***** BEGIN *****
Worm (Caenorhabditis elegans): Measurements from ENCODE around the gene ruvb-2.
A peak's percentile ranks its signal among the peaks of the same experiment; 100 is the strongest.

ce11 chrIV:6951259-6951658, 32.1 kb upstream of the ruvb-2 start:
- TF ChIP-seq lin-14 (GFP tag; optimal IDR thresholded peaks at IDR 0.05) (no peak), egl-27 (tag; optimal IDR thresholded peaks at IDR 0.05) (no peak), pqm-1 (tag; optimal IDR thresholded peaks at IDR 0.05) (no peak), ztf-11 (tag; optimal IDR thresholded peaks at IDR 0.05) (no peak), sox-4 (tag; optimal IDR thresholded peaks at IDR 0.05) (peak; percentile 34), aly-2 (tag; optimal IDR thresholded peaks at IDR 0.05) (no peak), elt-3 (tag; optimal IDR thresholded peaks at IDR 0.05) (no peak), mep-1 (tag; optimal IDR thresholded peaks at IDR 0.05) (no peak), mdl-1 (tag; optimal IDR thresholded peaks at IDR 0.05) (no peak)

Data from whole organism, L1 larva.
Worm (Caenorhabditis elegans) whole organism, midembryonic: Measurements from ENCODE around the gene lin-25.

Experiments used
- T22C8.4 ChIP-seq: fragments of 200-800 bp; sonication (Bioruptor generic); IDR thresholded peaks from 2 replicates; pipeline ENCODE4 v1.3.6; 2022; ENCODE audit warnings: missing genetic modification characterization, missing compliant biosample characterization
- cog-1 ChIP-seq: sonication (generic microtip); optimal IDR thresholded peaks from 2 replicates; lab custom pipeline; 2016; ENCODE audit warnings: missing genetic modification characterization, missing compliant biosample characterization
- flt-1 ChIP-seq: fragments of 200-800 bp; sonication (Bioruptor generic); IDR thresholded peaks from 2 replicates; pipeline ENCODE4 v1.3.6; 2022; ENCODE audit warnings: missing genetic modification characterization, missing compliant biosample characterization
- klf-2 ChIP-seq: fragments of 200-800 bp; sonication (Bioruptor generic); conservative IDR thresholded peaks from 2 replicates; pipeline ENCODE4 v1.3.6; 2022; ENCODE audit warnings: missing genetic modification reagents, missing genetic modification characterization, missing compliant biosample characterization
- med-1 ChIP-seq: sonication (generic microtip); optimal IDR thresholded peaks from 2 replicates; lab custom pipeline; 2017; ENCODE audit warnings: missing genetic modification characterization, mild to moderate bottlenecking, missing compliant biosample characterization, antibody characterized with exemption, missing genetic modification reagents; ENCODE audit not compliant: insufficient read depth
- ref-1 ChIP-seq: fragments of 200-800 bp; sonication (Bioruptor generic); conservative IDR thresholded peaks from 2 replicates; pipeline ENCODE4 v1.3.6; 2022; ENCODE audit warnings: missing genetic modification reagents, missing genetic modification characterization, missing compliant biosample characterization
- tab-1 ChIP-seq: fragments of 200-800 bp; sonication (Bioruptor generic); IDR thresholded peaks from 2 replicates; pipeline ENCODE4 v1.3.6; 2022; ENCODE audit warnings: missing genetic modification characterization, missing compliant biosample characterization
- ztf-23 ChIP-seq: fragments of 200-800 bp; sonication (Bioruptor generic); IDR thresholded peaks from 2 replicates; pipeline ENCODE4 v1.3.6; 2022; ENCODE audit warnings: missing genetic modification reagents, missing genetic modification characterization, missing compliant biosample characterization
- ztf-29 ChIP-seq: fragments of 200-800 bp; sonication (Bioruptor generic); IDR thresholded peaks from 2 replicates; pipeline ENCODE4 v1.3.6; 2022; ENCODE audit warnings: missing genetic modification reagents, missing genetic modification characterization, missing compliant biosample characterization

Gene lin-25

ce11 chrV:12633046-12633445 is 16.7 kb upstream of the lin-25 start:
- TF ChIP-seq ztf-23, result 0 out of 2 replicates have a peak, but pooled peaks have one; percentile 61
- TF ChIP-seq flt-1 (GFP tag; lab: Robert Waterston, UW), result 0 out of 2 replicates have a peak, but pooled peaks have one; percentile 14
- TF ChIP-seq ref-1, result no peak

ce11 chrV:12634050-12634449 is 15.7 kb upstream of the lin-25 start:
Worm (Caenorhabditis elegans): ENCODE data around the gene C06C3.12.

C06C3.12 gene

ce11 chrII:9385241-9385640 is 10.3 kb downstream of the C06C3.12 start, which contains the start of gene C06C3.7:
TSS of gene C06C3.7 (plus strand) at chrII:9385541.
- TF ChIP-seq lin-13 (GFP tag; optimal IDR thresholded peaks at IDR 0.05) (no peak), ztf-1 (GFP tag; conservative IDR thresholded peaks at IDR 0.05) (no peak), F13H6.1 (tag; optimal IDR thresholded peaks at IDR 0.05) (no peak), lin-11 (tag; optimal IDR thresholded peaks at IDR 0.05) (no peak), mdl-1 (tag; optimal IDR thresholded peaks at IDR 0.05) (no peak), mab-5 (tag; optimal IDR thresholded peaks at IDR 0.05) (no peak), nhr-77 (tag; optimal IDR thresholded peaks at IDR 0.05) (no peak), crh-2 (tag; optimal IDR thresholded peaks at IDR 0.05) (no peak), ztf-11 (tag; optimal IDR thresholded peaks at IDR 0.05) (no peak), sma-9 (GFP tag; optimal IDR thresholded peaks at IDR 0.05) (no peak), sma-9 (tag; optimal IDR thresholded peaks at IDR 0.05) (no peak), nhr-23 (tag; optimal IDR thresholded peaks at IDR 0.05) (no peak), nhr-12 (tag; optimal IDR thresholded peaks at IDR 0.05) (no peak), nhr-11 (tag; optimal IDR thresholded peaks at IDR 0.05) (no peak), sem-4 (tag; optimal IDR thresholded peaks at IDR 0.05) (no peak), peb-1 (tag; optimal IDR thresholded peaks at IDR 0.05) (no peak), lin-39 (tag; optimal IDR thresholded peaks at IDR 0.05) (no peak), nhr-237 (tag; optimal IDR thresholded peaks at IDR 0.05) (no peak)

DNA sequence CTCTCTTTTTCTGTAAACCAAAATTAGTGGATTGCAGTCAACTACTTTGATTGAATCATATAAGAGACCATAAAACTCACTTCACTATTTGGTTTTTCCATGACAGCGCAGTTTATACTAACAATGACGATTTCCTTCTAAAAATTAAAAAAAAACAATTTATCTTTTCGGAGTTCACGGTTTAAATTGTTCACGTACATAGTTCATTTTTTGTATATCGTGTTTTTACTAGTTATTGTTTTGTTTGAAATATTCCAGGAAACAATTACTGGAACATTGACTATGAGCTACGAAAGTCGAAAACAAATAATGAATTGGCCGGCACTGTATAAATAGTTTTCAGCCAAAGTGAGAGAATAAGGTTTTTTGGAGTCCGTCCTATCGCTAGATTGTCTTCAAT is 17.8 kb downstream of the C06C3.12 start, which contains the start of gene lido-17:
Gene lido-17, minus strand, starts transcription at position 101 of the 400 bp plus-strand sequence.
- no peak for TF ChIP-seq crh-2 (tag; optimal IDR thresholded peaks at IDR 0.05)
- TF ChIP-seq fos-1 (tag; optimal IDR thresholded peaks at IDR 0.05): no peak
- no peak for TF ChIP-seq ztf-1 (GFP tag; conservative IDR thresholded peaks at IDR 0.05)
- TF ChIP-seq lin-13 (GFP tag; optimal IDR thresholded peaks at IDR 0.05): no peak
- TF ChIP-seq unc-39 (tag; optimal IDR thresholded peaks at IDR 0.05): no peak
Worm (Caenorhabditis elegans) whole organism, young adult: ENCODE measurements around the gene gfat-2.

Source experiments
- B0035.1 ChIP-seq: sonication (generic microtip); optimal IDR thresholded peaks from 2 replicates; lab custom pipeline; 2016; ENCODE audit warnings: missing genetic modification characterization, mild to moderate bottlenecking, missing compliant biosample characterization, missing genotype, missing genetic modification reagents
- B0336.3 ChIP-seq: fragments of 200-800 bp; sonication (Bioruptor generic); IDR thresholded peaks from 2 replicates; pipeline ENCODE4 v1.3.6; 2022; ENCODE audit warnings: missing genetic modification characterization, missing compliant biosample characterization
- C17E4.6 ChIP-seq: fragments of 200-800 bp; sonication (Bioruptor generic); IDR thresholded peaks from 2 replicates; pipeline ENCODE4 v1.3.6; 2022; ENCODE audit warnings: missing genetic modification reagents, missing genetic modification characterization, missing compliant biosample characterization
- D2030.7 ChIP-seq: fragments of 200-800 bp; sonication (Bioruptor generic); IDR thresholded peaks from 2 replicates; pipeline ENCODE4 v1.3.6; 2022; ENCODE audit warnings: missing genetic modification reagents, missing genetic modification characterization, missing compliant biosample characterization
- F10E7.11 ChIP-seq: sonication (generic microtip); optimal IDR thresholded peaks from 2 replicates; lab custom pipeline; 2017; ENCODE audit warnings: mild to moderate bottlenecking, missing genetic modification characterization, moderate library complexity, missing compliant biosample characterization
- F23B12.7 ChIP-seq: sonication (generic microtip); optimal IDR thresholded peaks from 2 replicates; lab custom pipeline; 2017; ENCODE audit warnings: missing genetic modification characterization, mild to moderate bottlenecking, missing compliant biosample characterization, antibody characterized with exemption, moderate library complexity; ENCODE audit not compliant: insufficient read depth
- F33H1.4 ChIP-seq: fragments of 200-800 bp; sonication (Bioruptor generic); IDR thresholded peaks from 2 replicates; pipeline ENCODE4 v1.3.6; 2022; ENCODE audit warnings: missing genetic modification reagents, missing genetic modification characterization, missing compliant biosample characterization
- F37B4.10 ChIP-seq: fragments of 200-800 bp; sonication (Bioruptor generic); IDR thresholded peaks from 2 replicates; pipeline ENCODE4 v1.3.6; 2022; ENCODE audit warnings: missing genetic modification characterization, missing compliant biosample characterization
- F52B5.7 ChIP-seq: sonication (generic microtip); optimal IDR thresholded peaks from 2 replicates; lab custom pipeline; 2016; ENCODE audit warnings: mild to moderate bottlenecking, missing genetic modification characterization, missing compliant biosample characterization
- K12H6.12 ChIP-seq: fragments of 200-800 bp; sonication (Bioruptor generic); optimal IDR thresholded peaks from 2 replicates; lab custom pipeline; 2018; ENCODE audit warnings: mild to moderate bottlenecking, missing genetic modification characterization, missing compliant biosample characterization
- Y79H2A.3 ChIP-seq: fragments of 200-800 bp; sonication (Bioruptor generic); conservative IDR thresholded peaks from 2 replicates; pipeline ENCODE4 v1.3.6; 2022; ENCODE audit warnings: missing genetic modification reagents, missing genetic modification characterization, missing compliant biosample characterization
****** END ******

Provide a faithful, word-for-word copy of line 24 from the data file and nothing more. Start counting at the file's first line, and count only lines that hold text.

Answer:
C06C3.12 gene